Stunning new Hubble panorama spies 15,000 galaxies


Making Sugar
Feb 24, 2016
For almost 30 years the Hubble Space Telescope has been one of our best eyes in the sky, scanning the heavens clear of the light-warping effects of Earth's atmosphere. Now astronomers have released one of the most comprehensive views of the universe's evolution captured by Hubble, combining ultraviolet, infrared and visible light into one image that shows thousands of galaxies spread across space and time.

The stars we see when we look up at night don't tell the whole picture by a long shot. Thanks to the constant expansion of the universe, light from the most distant galaxies has been shifted towards the infrared end of the spectrum. Those a bit closer to home, meanwhile, can be imaged across a broader spectrum.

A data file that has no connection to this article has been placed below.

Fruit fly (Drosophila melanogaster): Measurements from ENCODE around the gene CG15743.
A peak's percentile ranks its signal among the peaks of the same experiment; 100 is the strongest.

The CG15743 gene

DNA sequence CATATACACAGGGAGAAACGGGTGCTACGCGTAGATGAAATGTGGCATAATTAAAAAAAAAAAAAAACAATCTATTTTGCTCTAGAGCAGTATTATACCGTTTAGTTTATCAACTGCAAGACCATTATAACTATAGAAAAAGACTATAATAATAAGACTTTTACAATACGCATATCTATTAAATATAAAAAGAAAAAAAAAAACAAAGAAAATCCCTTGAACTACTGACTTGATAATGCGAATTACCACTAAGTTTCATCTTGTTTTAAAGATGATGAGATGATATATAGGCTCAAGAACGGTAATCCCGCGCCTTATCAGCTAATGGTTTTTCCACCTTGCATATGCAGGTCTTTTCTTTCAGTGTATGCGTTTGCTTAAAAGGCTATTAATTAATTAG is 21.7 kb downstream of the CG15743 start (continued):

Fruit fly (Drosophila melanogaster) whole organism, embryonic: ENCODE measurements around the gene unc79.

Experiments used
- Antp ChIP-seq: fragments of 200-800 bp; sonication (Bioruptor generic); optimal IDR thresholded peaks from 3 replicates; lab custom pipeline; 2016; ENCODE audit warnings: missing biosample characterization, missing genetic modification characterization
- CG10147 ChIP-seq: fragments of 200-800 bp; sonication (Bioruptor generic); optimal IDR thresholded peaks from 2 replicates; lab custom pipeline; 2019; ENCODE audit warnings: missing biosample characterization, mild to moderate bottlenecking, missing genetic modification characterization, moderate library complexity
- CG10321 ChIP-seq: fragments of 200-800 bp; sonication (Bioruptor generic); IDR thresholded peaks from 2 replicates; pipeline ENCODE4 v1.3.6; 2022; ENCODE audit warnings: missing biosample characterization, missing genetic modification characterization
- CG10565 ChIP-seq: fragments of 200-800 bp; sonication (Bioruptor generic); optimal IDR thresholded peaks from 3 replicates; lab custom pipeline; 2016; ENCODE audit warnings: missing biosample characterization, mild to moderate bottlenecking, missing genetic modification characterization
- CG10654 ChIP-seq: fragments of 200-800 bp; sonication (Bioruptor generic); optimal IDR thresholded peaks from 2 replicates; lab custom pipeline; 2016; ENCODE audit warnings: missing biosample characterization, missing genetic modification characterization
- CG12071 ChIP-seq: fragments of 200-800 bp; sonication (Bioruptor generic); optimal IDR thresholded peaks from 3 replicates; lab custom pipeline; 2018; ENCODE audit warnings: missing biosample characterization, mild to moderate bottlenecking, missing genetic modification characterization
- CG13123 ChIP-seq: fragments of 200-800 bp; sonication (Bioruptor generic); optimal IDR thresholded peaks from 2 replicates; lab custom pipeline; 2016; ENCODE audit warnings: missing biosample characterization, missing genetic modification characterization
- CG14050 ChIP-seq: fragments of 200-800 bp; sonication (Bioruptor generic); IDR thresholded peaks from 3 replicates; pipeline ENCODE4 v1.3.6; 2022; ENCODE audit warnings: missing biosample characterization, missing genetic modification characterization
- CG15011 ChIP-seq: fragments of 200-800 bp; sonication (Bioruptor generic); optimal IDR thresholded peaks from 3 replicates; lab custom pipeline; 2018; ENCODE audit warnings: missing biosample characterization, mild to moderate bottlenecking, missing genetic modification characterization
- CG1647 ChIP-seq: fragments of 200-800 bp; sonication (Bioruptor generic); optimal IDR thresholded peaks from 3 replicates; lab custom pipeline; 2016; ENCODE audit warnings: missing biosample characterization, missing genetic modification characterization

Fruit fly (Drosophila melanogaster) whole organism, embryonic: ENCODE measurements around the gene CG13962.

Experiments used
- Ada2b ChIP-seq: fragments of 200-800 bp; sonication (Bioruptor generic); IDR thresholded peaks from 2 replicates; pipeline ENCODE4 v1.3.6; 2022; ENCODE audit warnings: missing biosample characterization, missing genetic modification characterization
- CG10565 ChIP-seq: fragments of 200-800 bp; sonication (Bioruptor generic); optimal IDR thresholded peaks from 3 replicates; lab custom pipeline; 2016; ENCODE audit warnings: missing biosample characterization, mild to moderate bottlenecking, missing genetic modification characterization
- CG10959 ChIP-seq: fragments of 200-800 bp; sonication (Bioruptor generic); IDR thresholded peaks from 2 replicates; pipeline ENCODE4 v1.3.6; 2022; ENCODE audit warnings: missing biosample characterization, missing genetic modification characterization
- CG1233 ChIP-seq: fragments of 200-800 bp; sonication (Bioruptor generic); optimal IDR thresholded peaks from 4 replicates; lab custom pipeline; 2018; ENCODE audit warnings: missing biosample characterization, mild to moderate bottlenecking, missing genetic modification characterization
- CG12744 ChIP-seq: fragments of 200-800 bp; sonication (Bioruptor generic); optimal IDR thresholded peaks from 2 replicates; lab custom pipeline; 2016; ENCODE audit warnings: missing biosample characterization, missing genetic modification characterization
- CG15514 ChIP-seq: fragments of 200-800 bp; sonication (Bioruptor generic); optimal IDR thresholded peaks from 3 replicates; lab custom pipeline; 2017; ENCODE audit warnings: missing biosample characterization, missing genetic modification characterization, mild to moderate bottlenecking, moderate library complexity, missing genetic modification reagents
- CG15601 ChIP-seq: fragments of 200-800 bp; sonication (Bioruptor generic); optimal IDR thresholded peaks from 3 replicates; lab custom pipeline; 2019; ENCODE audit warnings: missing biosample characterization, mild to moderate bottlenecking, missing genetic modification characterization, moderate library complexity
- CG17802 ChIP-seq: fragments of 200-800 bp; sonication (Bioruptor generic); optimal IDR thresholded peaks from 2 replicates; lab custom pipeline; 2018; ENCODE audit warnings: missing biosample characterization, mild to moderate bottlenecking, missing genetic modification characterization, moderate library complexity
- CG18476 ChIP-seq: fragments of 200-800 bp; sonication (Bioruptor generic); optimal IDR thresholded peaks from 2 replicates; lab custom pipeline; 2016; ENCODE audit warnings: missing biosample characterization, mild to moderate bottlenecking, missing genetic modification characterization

These new mosaic images provide a panoramic view of around 15,000 galaxies, in the center of the fields observed by The Great Observatories Origins Deep Survey (GOODS). About 12,000 of these galaxies are in the star-formation stage, with some of the most distant spots (the reddest ones) dating back 11 billion years.

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